Edmund W. Barker

From Wikipedia, the free encyclopedia
Jump to: navigation, search
Edmund William Barker
Minister of Law
In office
1 November 1964 – 12 September 1988
Prime Minister Lee Kuan Yew
Preceded by Kenneth M. Byrne
Succeeded by S. Jayakumar
Personal details
Born 1 December 1920
Singapore
Died 12 April 2001(2001-04-12) (aged 80)
Singapore
Nationality Singaporean
Political party People's Action Party
Spouse(s) Gloria Hyacinth Quintal
Children 4
Alma mater St Catharine's College, Cambridge

Edmund William Barker (1 December 1920 – 12 April 2001, often referred to as "Edmund W. Barker", "E. W. Barker" or "Eddie Barker") was a politician and lawyer from Singapore. A member of the People's Action Party (PAP), he served in the Cabinet from 1964 to 1988.

Early life[edit]

Barker was educated at Serangoon English School and Raffles Institution, before going on to Raffles College (a predecessor institution of the present-day National University of Singapore) in 1940. A talented sports player, Barker was selected to represent Singapore as a member of the national hockey team while he was still a schoolboy.

During World War II, Barker traveled to Thailand as part of a medical health unit which was sent to look after Allied POWs working on the Burma-Siam Railway.

After the war, Barker was awarded a Queen's Scholarship in 1946 to study in the United Kingdom at Cambridge University, where he read law at St Catharine's College. He was then called to the bar at the Inner Temple in London, and returned to Singapore to practice law.[1]

Career[edit]

Barker practised law in Singapore from 1952 to 1964 at the law firms Braddell Brothers and Lee & Lee. He was persuaded to enter politics in 1963 by Lee Kuan Yew.

Barker was elected a member of the Singapore Legislative Assembly in 1963, representing the constituency of Tanglin. He continued to represent the constituency in the Singapore Parliament through to 1988.

Barker served as the Speaker of the Legislative Assembly from 1963-64.[2] In 1964, he was appointed the Minister for Law, and continued to hold that post until 1988. As Minister for Law, he drafted the Proclamation of Singapore of Singapore[clarification needed] in 1965, announcing Singapore's separation from Malaysia. During his 25 years in Parliament, Barker also served as the Minister for National Development (1965–75), Minister for Home Affairs (1972), Minister for the Environment (1975–79), Minister for Science and Technology (1977–81) and Minister for Labour (1983).[3]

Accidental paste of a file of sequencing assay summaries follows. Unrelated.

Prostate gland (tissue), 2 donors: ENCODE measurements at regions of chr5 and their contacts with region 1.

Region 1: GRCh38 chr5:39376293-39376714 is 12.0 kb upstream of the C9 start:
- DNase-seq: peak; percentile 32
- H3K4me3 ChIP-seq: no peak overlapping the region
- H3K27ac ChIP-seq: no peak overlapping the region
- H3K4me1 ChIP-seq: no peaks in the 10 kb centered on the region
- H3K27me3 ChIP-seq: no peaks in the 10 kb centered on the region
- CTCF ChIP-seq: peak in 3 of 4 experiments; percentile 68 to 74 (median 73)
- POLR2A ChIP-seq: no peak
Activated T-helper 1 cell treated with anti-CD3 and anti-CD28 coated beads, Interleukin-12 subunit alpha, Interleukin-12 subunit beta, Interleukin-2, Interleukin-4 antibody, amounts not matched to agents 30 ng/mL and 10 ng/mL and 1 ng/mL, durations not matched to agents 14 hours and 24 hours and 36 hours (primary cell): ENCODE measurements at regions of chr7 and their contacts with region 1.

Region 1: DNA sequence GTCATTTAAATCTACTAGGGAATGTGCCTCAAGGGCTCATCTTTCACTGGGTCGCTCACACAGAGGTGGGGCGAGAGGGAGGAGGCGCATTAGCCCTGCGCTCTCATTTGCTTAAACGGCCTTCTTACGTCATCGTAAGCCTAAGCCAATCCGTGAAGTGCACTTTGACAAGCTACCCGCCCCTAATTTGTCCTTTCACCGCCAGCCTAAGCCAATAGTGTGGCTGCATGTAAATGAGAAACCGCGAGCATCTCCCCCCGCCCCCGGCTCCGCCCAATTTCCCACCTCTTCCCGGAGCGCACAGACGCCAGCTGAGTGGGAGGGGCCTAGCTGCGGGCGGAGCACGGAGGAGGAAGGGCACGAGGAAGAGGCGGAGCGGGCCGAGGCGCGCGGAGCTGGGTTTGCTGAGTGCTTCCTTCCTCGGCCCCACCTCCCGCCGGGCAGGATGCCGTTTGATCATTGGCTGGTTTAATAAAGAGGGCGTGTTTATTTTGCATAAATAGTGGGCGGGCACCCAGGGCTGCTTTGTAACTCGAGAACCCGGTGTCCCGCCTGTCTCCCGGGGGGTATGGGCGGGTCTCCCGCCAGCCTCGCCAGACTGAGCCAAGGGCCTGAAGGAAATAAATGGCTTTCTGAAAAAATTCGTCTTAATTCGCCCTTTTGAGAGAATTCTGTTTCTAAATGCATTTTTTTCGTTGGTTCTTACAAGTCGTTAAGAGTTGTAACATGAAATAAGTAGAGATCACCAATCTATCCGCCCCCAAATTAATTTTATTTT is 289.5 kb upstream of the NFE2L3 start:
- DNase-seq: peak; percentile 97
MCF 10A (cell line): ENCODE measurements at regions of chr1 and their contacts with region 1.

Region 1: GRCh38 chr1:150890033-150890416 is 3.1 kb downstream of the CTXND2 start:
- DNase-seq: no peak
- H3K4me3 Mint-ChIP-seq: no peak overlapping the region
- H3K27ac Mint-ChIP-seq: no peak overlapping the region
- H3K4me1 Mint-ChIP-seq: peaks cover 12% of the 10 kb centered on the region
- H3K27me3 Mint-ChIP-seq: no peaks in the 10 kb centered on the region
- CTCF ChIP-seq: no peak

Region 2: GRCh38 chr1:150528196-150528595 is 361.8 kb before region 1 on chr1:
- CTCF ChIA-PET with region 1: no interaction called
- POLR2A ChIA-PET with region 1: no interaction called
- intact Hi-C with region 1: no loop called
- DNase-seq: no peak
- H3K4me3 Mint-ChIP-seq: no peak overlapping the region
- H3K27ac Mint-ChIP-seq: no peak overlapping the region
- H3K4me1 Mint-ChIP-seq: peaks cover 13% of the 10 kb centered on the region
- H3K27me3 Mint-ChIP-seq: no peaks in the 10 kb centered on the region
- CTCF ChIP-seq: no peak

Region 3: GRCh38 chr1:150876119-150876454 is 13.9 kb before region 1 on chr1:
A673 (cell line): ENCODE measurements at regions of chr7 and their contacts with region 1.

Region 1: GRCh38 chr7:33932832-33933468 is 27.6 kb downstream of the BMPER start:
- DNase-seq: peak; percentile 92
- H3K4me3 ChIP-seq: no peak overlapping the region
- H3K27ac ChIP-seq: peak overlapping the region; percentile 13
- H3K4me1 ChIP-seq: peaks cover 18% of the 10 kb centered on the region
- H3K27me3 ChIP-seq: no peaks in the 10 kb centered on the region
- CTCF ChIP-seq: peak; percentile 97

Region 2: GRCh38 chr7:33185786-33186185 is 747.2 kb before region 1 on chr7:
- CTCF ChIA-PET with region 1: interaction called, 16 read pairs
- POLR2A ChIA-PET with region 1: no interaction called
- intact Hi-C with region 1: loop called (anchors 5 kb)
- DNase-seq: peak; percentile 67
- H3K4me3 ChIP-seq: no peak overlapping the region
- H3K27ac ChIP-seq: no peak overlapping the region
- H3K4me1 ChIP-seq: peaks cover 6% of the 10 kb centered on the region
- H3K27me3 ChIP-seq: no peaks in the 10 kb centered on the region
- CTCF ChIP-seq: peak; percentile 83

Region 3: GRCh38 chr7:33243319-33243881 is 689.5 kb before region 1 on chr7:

Barker retired from politics in 1988.

Other roles Barker held included being the first President of the Singapore National Olympic Council (1970-1990), President of the South-East Asia Peninsular Games Federation Council (1973), Chairman of the Bukit Turf Club (1989–94), and Chairman of the Singapore Stock Exchange (1989–93).

Family[edit]

A Eurasian Singaporean,[4] Barker was the son of Clarence Barker and Dorothy Evaline Paterson.

E. W. Barker was of mixed- Portuguese, Irish, Japanese, Scottish, Malay and German descent. His great-great grandfather was Thomas Owen Crane (1799-1869), an Irishman and one of the first ten Europeans to settle in Singapore as was his great-great-great grandfather was Sir (Dr) Jose D Almeida, (1784-1850), a Portuguese doctor and well known businessman in early Singapore.

Death[edit]

Barker died on 12 April 2001 at 12:40 pm at the National University Hospital, after two months of intensive care following an emergency colon surgery in February 2001. He left behind his wife Gloria Hyacinth Quintal and four children.[1]

References[edit]

  1. ^ a b "E.W Barker". History Blog. Retrieved 10 January 2015. 
  2. ^ Singapore Parliament, List of Speakers
  3. ^ "Barker, Edmund William (E. W. Barker)". National Library Board. Retrieved 10 January 2015. 
  4. ^ The New Eurasian, April-June 2010.
  • Lam, Peng Er & Tan, Kevin Y.L. (1999). Lee's Lieutenants. South Wind Production. ISBN 1-86448-639-2.
  • "Old guard Stalwart Eddie Barker dies", The Straits Times, (2001, April 13), p1
  • "The reluctant politician", The Straits Times, Home, (2001, April 13), p2
  • "Breadwinner", (1970, May 8), The Straits Times, p6

External links[edit]